The introduction of Auckland's Unitary Plan and a long-hoped-for surge in housing supply faces the prospect of yet more delay after around 100 appeals were lodged against the plan in the Environment Court and the High Court by Friday afternoon's deadline. The appeals included many from heavy hitters with significant legal budgets and years of experience in challenging planning legislation through the Environment and High Courts.
Auckland Council confirmed yesterday that appeals would affect some parts of the plan designed to create space both "up" and "out" for 422,000 houses over the next 30 years, and that it was still deciding which parts of the plan could be made operative. The plan was supposed to have been operative since Saturday.
The Environment Court's website shows 81 appeals against the plan, including appeals on the Climate Change, Urban Growth, Rural Urban Boundaries, Future Urban and Infrastructure topics from New Zealand Steel, Todd Property, Okura Holdings and Vector.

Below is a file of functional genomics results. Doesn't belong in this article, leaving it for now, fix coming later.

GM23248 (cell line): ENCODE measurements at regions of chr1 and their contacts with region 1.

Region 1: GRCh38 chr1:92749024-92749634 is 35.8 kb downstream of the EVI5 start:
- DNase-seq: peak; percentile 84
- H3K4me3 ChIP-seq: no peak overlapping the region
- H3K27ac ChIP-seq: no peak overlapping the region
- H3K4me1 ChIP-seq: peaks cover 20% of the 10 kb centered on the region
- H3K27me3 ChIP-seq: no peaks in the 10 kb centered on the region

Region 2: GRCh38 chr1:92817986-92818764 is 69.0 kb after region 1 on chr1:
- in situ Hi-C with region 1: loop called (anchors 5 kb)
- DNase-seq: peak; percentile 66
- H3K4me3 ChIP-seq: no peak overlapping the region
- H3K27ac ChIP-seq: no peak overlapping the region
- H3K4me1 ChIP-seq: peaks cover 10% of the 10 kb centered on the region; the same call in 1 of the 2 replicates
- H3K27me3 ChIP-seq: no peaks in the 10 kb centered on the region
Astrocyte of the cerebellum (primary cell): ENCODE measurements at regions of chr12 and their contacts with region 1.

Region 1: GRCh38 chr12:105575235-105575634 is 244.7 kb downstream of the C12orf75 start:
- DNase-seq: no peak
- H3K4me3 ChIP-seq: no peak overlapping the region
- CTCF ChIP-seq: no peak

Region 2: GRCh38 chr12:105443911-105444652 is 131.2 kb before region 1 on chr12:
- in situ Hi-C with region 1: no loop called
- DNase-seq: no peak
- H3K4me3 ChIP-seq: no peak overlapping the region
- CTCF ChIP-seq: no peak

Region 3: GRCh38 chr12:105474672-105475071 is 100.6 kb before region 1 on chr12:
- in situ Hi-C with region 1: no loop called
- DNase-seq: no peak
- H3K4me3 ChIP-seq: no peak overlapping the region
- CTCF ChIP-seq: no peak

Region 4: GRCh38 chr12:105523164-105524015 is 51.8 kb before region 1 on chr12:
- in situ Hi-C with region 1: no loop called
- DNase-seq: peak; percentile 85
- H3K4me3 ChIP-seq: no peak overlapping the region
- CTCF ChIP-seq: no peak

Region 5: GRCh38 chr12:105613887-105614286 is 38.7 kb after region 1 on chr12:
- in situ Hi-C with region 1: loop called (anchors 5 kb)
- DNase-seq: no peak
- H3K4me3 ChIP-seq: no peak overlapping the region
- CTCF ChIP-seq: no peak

Viaduct Harbour Holdings and Kiwi Property are appealing on the Transport Policies topic.
A range of residents associations are appealing against the Plan's rulings on pre-1944 overlays and against its general rezoning applications.
The Auckland Council's website shows 9 appeals against the Plan in the High Court, including from the Independent Statutory Maori Board against the Plan's ruling on Mana Whenua sites, the South Epsom Planning Group on the North West and South Rural Urban Boundaries and from Federated Farmers on outstanding natural landscapes. Forest and Bird, which has successfully held up the Ruataniwha irrigation project in the courts, has also lodged an appeal about how 'significant ecological areas' were determined in the plan.
There were 7 further appeals for a judicial review, including from Bunnings, the Character Coalition in tandem with Auckland 2040, and from Waste Management.